Reviews of Capital by Frederick Engels 1867

Review of Volume One of Capital for the Neue Badische Landeszeitung
January 1868

Written: first half of January, 1868;
First published: in the Neue Badische Landeszeitung, No. 20, January 21, 1868

K. Marx. Capital. Critique of Political Economy.
Volume One. Hamburg, Meissner, 1867

We must leave it to others to deal with the theoretical and strictly scientific part of this work and criticise the new view the author gives of the origin of capital. But we cannot fail to draw attention to the great mass of most valuable historical and statistical material with which the author at the same time presents us and which almost without exception is taken from the official Commission Reports which have been put before the English Parliament. He is quite right to emphasise the importance of such commissions of inquiry for the study of the internal social conditions of a country. Provided the right people are found for them, they are the best means for a nation to learn to know itself; and Herr Marx is surely not wrong in saying that similar investigations conducted in Germany would lead to results which would definitely horrify us. Before they were introduced, there was not an Englishman either who knew how the poorer classes of his country lived!

It stands to reason, moreover, that without such investigations all social legislation will be made with only half the knowledge of facts available and often quite in the dark, as they now say in Bavaria. The so-called "inquiries" and "investigations" of German authorities have not remotely the same value. We know the bureaucratic routine only too well: forms are sent round, one is glad if they are returned filled in some way or another; the information thus supplied is all too often sought precisely among those who are interested in hushing up the truth. Compare with that the investigations of English commissions on working conditions in individual industries, for example. Not only the manufacturers and masters, but also the workers down to the little girls are interviewed, and not only these, but doctors, Justices of the Peace, clergymen, teachers, and moreover anyone who can give any kind of information on the matter. Every question and every answer is taken down in shorthand and printed word for word, and is attached to the whole material on which the commission report with its conclusions and proposals is based. The report and its material at the same time proves in detail whether and how the commissioners have fulfilled their duty and makes things very difficult for individual bias. The details as well as innumerable examples can be read in the above book itself. Here we want only to emphasise the one point, that in England the expansion of the freedom of trade and business has gone hand in hand with the expansion of the legal limitation of the working hours for women and children, and therewith the placing of almost all industries under the supervision of the government. Herr Marx gives us a detailed historical presentation of this development, showing how first, since 1833, spinning and weaving mills were in this way limited to a 12-hour working day; how after a long struggle between manufacturers and workers the working hours were at long last fixed at 10 1/2--6 1/2 for children--and then, beginning in 1850, one industry after another became subject to this factory law. First the cotton printers (already in 1845), then in 1860 the dying and bleaching works, in 1861 the lace and hosiery manufactures, in 1863 the potteries, wallpaper factories, etc., and eventually in 1867 almost all the remaining industries of any importance. One can form a picture of the significance of this last Act of 1867 when one learns that it places no fewer than a million and a half women and children under the protection and the control of the law. We emphasise this point particularly because in this respect things are, alas, bad indeed with us in Germany, and we must thank the author for having dealt with it in such detail and made the facts accessible to the German public for the first time. This will be the view of every friend of humanity, whatever he may think of the theoretical propositions of Herr Marx.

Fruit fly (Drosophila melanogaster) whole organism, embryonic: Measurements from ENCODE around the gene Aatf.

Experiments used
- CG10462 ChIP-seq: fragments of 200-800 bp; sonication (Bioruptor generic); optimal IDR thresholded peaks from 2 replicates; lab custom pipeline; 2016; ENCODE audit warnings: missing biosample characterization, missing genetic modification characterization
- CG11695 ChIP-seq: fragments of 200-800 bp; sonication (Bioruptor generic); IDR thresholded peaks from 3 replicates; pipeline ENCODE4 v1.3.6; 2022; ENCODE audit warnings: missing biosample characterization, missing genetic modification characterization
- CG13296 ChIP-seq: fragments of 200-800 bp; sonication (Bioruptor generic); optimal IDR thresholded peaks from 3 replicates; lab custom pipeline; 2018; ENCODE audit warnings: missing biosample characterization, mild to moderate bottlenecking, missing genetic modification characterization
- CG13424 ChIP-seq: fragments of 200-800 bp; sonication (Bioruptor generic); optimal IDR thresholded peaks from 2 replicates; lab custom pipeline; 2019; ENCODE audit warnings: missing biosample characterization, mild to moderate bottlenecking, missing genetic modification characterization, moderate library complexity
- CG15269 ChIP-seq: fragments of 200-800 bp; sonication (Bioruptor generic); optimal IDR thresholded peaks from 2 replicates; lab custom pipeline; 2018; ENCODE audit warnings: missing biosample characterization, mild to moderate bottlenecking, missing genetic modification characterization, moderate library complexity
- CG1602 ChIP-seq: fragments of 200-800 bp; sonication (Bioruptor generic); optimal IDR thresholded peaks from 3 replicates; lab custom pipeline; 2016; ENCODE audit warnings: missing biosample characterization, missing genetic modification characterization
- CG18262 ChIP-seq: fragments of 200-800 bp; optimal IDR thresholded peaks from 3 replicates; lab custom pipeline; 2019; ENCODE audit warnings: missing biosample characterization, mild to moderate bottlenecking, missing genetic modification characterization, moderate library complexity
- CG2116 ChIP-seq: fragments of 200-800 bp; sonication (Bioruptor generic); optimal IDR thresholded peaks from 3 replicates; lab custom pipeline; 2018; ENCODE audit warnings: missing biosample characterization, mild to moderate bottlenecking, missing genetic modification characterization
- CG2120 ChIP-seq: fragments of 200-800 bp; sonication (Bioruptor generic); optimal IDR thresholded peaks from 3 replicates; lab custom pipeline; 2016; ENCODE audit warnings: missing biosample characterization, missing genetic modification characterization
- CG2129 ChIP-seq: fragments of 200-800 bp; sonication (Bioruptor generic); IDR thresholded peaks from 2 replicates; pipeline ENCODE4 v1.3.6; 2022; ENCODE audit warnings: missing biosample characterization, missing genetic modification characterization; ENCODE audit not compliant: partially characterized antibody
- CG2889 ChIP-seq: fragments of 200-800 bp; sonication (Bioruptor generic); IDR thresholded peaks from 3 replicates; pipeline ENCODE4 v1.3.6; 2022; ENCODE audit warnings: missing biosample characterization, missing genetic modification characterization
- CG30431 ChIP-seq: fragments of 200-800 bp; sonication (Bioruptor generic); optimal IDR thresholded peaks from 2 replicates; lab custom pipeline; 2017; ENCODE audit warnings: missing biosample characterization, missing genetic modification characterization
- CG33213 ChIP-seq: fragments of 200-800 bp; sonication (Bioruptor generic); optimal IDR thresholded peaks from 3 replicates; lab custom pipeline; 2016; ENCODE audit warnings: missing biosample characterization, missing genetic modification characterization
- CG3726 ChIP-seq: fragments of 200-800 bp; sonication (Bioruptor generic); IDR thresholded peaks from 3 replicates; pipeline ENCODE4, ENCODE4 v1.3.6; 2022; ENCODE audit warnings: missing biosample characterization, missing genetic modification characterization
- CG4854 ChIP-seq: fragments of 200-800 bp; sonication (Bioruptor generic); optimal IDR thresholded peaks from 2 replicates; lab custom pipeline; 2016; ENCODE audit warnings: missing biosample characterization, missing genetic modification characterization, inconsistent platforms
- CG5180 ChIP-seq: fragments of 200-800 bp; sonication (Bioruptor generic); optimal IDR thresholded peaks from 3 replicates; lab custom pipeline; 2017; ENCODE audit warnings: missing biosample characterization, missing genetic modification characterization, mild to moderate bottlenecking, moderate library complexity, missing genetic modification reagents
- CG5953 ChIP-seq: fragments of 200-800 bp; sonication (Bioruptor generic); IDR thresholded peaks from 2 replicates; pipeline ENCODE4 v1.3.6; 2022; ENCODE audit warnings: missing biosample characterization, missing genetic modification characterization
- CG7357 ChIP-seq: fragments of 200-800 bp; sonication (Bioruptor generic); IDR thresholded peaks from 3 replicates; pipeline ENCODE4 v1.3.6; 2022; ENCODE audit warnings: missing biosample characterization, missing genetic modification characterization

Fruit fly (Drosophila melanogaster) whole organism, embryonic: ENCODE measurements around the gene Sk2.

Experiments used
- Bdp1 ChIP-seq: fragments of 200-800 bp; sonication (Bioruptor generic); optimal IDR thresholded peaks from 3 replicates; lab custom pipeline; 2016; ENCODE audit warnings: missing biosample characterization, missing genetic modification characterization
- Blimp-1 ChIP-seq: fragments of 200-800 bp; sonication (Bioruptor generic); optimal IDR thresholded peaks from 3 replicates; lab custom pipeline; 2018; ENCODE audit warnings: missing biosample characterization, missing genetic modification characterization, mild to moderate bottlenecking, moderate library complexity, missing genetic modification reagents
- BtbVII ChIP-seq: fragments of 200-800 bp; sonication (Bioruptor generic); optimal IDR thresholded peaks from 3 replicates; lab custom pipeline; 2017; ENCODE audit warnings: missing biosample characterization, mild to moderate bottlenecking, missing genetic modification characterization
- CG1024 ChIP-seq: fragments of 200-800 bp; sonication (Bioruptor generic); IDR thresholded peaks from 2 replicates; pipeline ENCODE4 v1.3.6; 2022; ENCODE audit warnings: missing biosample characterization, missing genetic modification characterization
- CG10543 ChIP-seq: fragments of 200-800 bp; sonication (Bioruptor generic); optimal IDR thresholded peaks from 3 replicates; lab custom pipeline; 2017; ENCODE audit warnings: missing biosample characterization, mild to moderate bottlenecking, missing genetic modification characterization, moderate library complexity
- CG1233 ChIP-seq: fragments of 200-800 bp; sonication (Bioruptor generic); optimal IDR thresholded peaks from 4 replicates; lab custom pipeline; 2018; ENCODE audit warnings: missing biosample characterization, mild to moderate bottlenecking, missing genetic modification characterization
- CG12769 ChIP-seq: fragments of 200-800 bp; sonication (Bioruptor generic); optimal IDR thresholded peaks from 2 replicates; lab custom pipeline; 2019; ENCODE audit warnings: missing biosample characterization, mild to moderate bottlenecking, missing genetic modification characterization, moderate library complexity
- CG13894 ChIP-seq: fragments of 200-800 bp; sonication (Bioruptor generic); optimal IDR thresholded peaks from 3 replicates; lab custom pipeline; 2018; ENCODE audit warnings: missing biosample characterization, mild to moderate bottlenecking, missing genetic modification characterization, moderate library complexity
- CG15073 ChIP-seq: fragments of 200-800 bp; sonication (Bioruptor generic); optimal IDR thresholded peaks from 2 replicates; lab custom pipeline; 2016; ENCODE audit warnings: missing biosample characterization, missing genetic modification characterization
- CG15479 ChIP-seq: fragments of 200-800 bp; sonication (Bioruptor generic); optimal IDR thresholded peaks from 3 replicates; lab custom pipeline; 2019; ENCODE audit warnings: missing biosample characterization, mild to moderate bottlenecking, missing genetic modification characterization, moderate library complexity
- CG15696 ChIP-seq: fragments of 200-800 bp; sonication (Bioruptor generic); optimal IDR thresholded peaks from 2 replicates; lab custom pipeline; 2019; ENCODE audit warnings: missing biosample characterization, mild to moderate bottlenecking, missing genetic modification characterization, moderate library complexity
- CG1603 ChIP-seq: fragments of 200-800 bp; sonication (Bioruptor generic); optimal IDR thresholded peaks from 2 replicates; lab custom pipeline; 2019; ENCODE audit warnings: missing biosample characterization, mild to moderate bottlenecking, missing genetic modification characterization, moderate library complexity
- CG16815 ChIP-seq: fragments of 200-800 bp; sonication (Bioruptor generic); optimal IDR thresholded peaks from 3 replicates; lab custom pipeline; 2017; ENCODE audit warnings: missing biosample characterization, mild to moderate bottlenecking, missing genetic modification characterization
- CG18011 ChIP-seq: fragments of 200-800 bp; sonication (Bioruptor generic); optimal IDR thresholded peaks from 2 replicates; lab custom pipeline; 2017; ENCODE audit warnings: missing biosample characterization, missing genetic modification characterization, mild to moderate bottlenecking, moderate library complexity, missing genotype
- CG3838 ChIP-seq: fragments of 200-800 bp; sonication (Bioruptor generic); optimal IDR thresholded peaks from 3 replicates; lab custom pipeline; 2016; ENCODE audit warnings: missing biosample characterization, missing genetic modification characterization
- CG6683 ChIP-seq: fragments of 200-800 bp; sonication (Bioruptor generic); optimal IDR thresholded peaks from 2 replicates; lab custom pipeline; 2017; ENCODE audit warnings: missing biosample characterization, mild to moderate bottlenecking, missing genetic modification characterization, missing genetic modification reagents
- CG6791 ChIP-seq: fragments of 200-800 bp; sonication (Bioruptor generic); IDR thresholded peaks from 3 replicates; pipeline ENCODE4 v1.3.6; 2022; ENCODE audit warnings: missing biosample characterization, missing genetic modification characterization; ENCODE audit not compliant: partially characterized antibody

Space does not permit us to enter into other valuable materials from the history of industry and agriculture, but we are of the opinion that no one interested in political economy, industry, workers' condition, the history of culture and social legislation, whatever standpoint he may hold, should leave this book unread.